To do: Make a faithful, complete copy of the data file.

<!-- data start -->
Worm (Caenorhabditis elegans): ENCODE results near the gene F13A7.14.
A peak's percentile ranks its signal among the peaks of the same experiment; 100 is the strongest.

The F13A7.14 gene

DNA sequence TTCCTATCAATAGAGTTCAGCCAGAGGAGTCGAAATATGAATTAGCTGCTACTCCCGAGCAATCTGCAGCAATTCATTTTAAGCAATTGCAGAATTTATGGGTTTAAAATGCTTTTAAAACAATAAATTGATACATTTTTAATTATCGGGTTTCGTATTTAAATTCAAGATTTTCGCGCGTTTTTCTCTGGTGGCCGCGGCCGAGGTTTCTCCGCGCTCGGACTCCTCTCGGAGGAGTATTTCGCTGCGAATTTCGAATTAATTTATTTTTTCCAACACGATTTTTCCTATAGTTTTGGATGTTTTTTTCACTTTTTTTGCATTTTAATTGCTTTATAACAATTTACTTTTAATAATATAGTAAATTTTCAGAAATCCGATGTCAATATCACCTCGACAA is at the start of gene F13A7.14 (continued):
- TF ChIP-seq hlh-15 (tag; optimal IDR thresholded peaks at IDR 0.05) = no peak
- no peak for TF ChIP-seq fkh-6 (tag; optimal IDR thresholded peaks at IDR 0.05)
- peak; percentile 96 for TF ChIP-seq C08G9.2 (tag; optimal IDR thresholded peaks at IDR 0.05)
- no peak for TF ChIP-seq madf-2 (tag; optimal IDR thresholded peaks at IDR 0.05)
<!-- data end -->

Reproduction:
Worm (Caenorhabditis elegans): ENCODE results near the gene F13A7.14.
A peak's percentile ranks its signal among the peaks of the same experiment; 100 is the strongest.

The F13A7.14 gene

DNA sequence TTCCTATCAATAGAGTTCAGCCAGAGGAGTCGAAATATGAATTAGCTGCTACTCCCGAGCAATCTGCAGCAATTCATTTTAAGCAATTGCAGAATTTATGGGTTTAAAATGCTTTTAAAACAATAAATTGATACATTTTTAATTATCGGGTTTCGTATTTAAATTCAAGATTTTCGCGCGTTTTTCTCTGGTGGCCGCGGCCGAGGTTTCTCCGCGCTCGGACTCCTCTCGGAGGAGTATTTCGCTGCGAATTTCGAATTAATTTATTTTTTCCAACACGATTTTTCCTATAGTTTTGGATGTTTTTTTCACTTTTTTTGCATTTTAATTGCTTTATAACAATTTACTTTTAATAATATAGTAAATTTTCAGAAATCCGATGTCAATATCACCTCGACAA is at the start of gene F13A7.14 (continued):
- TF ChIP-seq hlh-15 (tag; optimal IDR thresholded peaks at IDR 0.05) = no peak
- no peak for TF ChIP-seq fkh-6 (tag; optimal IDR thresholded peaks at IDR 0.05)
- peak; percentile 96 for TF ChIP-seq C08G9.2 (tag; optimal IDR thresholded peaks at IDR 0.05)
- no peak for TF ChIP-seq madf-2 (tag; optimal IDR thresholded peaks at IDR 0.05)